Not to mention traffic jams caused by overturned trucks carrying baby formula and dogs with mysteriously enlarged spleens.

trafficsick frankie

This past weekend, we tried to make the best of what is becoming a bad life situation.

We took the kids to the horse track. (Trust me, it’s not about gambling. We look at horseys and pick our favorite. Alma always chooses the one with the pink number.)

There are no pictures, because I was too busy giving my kids a perpetual verbal beat down to snap a photo.

On the way there, my son keeps dropping stuff on the floor of the car and whining for me to pick it up.

My daughter whines that she wants her window rolled down. I have those old-timey hand-cranked windows, so I tell her no.

She says, “I can do it with my foot!” I say, “No, don’t roll the window down with your foot.” Seconds later, I can feel my hair start to whip around because… she… rolled it down with her foot.

My husband says, “That’s it, Alma. Time-out whenever we get back home.”

She responds snarkily, “5 minute time-out.”

My husband, “That just earned you 10.”

At the track, she whines that she wants to sit on the benches outside instead of indoors. (Even though it looks as though it might rain.)

She whines that she wants to go in the bouncy houses. (The ones that are surrounded by a moat of mud.)

My son whines that he wants juice, not lemonade.

He whines that he wants a different hot dog. (What the hell does that even mean? All hot dogs are created equal.)

He starts whacking his auditorium seat up and down, then standing on it.

She knocks over my water.

Huck gets angry at me for telling me he’s also getting time-out and smacks my arm.

This is when I threaten to smack him in the face. Loud enough for other people to hear. That is also when I start to cry silently.

I mean, I’m never gonna smack my kid in the face. I’ve never even popped him on the bum.

I am humiliated.

I feel ashamed.

I feel guilty.

I feel like the world’s worst parent and… I feel like drinking A LOT. (Which would ALSO make me feel like a bad parent.)

We ended up cutting the whole thing short and going home angry.

Both kids got time-outs so epic, they both took naps.

I took a nap too.

They woke up feeling rejuvenated.

I woke up feeling ill-prepared to handle another 4 hours with them before bedtime.

That evening proved to be everything I anticipated and MORE.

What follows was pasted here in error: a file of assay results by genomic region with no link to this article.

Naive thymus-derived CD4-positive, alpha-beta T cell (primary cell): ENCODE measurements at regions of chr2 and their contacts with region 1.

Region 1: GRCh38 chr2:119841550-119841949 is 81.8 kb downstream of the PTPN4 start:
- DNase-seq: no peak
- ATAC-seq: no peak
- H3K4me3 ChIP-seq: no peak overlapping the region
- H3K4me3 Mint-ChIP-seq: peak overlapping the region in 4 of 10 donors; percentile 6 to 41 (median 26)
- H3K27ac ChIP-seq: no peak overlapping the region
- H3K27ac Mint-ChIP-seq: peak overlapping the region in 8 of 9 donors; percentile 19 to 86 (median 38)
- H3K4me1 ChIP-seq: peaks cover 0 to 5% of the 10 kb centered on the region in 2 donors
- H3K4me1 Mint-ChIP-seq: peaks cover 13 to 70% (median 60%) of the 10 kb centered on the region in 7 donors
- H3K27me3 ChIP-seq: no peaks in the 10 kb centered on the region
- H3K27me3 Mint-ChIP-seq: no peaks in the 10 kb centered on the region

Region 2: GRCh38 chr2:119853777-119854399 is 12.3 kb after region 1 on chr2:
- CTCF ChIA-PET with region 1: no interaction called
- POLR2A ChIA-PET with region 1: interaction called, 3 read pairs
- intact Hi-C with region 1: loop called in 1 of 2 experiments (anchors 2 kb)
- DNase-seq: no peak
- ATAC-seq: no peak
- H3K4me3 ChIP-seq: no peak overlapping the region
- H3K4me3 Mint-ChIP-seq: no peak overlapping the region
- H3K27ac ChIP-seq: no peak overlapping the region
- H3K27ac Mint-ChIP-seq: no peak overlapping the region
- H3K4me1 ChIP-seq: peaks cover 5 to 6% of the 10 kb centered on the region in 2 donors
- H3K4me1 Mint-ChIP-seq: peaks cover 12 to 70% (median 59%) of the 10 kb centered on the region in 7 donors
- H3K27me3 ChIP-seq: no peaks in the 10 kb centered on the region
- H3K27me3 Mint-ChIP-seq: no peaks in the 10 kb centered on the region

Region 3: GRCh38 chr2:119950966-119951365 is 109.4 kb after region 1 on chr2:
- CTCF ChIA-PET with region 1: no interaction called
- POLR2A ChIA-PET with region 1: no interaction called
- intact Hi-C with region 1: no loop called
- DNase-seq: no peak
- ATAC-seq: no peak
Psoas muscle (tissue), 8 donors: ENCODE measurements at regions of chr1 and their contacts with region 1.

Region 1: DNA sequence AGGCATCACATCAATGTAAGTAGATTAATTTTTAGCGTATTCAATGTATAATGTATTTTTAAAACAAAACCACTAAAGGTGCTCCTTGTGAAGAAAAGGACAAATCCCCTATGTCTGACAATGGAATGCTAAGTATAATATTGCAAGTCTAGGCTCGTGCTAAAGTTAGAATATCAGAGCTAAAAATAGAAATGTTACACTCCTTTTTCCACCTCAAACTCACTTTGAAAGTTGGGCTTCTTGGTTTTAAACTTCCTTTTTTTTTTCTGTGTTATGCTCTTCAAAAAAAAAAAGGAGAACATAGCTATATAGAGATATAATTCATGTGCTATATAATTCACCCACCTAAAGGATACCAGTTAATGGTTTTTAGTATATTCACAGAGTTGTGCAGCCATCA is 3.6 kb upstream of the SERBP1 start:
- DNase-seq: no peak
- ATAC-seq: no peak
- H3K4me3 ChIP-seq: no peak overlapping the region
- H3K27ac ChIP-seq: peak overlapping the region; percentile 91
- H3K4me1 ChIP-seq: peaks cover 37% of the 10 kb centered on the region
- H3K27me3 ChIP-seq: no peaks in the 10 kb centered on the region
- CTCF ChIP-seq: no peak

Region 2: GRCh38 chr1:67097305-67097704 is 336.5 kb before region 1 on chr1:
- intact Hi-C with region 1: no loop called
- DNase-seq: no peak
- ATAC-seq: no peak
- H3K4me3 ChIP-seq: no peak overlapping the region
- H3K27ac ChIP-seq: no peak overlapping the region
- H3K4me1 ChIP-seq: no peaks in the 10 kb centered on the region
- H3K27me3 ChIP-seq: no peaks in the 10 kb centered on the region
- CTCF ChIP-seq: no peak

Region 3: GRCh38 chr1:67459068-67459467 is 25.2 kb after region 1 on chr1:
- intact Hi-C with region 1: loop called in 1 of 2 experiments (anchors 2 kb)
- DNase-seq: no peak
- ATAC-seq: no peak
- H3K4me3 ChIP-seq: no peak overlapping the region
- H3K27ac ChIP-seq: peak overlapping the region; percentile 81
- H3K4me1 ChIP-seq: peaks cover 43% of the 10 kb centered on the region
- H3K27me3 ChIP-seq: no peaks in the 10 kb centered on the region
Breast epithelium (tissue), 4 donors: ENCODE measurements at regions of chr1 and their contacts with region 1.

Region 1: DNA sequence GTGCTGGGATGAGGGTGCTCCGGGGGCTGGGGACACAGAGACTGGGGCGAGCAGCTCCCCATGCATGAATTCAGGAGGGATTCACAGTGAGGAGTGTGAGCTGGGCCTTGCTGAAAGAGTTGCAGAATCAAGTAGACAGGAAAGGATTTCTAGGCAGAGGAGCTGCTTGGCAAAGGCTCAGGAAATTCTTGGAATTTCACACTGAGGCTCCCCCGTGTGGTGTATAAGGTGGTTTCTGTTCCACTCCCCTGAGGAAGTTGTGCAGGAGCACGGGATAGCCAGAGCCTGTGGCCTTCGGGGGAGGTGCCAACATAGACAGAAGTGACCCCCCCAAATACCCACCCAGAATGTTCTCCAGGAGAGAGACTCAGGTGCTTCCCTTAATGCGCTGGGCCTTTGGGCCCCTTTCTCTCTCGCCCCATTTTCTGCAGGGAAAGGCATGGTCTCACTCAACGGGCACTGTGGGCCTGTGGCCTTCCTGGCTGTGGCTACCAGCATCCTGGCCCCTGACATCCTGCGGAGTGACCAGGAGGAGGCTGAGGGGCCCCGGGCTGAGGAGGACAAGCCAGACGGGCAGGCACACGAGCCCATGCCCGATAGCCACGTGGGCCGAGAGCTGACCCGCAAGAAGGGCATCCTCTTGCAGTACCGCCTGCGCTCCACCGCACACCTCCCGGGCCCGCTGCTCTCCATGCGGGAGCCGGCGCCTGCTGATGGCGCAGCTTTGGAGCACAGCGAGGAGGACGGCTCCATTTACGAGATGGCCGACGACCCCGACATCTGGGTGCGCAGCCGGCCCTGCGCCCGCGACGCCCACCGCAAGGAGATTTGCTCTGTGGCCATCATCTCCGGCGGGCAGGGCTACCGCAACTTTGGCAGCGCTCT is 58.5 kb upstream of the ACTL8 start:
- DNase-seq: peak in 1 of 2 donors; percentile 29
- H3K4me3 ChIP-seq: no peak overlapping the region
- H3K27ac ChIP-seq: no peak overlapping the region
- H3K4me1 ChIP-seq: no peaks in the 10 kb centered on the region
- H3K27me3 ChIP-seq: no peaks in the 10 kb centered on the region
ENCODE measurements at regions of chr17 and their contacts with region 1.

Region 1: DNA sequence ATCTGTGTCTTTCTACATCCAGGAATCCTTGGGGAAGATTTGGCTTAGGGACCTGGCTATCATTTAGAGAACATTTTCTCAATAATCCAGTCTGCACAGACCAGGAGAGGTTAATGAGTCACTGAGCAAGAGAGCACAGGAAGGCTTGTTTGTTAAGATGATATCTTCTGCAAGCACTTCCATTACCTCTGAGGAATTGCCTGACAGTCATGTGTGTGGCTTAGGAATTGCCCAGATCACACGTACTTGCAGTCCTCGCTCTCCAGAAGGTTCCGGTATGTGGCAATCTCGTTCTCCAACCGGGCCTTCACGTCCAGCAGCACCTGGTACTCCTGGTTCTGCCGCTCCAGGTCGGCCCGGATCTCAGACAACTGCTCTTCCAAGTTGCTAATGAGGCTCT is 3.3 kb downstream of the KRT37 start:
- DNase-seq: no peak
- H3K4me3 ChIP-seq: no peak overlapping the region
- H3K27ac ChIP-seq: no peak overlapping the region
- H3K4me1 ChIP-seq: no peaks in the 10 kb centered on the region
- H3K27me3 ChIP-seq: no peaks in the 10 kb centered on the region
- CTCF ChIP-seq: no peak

Frankie is on medication for his chunky spleen or injured spine or whatever they charged us $1,000 for and it causes excessive urination. So, it wasn’t a huge surprise when Alma pointed out the slow-moving puddle of dog piss in the kitchen. I was surprised by the sheer enormity of said puddle. It had to be about a gallon.

I was nearly done sopping it up when I ran out of paper towels.

It’s around the same time that Alma slips and falls while chasing her brother.

She’s scream-crying, her absolute favorite.

I tell them to stop running around.

I’m mopping up the rest of the dog pee with Santa Clause napkins when Huck slips and falls flat on his face. He has a bloody nose and is shrieking. I cradle him on my lap as he yells into my face.

At some point, it almost sounds like he’s trying to make words, but I can’t understand him through the screaming.

It turns out he was saying, “I have to go potty.”

It was too late.

He peed on my lap.

It made it to my undies.

There’s no way in hell I’m cooking after that. So, I rush to Target to get some Chicken nuggets and potato fries.

Huck takes one bite of one nugget and says, “I’m done.” (par for the course) He spends the rest of dinner smashing his food and getting intermittent time-outs.

Clearly, time-out is not working.

We have also removed almost all toys from their rooms. Next would be, what? Furniture? In a month, my kids will be living like orphans in the suburbs.

This is why it takes a village.

Mommy and Daddy are going to lose their ability to cope if they don’t get a goddamned date night.

But, my mom lives far away. His mom is recovering from surgery. My dad and his wife were booked this past weekend visiting my brother. (And frankly, they’re probably overwhelmed by the crush of grandchildren at this point.)

I had a friend invite us to hang out this past weekend with him, his daughter and his wife, even with our kids in tow.

How do I explain that it’s not possible because my children will suck every drop of fun out of whatever we do?

And how do I do that while still conveying just how much I adore my children?

I love them so much, so much that weekends like this past one just break my heart. Feel me?

A True Love Story

There was a girl who had grown increasingly disenchanted with love.

She was worn thin by the lies, the secret Facebook pages and popped collars.

She was exhausted by the perpetual showering of cheap ‘I love you’s’, the mind-boggling pro’s and cons lists and the overlooking of flaws.